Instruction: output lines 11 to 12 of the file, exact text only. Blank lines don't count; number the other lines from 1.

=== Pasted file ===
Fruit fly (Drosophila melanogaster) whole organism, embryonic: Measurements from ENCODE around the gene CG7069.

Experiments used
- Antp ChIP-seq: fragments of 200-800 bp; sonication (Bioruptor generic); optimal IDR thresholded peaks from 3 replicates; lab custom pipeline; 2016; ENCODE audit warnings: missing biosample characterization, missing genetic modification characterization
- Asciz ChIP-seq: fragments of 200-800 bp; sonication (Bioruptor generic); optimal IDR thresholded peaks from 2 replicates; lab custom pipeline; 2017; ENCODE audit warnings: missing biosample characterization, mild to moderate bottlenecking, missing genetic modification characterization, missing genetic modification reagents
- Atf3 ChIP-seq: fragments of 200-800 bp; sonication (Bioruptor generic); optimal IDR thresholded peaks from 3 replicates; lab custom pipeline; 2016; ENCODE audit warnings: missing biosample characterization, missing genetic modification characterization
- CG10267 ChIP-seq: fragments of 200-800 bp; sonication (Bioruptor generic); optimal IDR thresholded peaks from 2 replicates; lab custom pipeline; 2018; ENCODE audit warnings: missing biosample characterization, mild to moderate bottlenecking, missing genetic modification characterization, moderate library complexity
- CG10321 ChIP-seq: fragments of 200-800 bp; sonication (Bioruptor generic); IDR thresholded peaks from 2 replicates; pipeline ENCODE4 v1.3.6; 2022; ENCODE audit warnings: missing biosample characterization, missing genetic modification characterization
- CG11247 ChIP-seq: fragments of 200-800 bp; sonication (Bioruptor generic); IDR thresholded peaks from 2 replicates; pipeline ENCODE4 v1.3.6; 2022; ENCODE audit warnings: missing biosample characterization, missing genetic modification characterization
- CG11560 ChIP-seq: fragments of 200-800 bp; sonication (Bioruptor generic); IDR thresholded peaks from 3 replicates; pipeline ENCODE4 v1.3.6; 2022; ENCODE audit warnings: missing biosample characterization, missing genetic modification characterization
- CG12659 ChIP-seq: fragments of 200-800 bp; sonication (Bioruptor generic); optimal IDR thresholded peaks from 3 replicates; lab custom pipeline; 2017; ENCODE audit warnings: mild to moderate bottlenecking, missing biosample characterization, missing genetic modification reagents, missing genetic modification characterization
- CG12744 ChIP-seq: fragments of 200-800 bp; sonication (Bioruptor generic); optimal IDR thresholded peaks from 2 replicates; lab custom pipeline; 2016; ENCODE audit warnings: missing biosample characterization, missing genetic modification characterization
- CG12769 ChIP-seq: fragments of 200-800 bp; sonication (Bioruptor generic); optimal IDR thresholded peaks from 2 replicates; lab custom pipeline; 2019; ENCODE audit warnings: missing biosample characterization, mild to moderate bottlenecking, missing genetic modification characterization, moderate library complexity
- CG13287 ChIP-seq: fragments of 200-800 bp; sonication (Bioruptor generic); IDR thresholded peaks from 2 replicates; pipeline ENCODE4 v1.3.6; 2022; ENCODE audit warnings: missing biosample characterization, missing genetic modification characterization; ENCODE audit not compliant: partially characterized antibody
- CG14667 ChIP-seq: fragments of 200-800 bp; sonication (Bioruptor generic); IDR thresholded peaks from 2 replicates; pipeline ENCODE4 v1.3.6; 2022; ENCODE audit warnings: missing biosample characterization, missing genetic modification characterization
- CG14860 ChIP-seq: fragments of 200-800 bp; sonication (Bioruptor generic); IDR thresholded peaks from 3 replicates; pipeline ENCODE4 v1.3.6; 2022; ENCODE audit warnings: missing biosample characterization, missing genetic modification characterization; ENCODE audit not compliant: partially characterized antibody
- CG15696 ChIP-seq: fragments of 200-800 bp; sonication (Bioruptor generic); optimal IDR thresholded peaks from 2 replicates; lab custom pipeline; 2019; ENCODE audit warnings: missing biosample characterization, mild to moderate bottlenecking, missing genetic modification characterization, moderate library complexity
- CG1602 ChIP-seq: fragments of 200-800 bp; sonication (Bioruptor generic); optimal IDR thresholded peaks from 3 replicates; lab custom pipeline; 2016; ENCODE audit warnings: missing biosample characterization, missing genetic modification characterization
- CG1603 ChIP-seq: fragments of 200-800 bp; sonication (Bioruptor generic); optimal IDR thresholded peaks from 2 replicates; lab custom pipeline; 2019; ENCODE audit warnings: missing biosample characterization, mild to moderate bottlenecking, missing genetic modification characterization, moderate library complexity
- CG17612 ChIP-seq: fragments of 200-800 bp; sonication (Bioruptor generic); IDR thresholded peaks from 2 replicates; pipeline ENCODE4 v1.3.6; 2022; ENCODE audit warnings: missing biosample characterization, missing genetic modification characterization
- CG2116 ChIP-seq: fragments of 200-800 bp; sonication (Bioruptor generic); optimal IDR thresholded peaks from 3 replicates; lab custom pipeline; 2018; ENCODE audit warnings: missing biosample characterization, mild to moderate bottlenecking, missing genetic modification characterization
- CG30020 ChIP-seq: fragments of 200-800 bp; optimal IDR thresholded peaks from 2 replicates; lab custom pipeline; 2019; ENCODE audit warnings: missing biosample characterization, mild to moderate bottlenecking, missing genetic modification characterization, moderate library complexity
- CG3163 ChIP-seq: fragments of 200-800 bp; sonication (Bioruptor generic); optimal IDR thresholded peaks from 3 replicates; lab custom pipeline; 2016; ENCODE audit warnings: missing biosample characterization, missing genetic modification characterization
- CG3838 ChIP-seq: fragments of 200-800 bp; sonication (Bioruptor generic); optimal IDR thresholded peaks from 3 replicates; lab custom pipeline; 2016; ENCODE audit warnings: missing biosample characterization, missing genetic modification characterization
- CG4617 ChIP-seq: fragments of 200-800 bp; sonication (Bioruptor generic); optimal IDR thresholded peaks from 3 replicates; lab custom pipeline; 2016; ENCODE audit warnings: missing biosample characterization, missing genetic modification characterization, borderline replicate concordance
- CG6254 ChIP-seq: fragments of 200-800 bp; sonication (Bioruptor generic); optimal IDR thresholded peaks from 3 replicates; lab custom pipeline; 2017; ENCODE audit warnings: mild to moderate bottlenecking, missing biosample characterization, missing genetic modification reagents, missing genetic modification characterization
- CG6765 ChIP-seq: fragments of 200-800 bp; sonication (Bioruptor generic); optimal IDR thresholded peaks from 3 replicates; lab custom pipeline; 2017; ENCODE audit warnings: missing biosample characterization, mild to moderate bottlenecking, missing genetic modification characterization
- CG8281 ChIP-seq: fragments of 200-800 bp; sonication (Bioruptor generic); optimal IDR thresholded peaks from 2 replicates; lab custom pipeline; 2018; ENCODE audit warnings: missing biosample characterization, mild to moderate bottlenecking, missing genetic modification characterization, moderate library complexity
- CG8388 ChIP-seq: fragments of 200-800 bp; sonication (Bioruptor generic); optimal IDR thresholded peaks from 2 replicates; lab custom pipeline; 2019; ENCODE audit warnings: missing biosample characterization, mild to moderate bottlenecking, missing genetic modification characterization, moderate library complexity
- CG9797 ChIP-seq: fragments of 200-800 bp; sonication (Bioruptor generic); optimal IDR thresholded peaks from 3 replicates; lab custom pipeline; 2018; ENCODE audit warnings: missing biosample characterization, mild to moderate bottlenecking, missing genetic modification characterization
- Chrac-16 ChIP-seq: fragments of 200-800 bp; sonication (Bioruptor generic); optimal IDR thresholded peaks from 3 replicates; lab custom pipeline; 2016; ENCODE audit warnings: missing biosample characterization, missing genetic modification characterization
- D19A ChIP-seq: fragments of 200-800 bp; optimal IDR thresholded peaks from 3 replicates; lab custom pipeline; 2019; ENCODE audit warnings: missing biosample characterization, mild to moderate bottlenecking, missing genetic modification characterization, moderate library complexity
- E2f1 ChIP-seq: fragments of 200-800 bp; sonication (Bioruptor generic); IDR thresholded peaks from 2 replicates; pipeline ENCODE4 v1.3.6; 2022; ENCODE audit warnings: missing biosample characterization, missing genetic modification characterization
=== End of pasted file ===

- CG12744 ChIP-seq: fragments of 200-800 bp; sonication (Bioruptor generic); optimal IDR thresholded peaks from 2 replicates; lab custom pipeline; 2016; ENCODE audit warnings: missing biosample characterization, missing genetic modification characterization
- CG12769 ChIP-seq: fragments of 200-800 bp; sonication (Bioruptor generic); optimal IDR thresholded peaks from 2 replicates; lab custom pipeline; 2019; ENCODE audit warnings: missing biosample characterization, mild to moderate bottlenecking, missing genetic modification characterization, moderate library complexity